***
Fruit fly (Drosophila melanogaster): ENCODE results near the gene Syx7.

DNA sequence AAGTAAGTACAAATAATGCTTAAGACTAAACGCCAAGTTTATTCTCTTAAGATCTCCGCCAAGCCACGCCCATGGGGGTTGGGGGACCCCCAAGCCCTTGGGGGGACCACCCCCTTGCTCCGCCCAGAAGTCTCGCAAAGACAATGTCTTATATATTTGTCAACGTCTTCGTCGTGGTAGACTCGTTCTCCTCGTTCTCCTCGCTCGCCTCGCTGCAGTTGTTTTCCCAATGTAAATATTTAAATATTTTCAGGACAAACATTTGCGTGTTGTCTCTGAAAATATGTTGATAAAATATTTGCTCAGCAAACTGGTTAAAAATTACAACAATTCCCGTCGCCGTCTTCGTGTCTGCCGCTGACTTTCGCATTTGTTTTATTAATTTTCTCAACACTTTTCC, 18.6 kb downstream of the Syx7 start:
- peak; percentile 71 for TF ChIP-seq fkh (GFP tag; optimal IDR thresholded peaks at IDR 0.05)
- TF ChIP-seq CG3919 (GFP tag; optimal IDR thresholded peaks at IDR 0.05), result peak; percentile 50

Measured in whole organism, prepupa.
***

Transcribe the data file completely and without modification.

Fruit fly (Drosophila melanogaster): ENCODE results near the gene Syx7.

DNA sequence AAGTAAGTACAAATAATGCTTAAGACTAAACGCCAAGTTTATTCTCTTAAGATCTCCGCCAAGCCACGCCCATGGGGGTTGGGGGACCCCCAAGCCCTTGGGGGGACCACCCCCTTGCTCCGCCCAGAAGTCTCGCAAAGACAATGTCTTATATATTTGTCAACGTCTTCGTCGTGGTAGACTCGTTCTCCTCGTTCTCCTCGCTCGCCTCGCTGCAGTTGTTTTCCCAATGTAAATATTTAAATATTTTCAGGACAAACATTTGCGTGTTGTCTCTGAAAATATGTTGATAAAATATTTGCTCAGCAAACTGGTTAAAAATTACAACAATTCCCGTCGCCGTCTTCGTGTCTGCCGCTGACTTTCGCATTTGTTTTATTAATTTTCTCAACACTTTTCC, 18.6 kb downstream of the Syx7 start:
- peak; percentile 71 for TF ChIP-seq fkh (GFP tag; optimal IDR thresholded peaks at IDR 0.05)
- TF ChIP-seq CG3919 (GFP tag; optimal IDR thresholded peaks at IDR 0.05), result peak; percentile 50

Measured in whole organism, prepupa.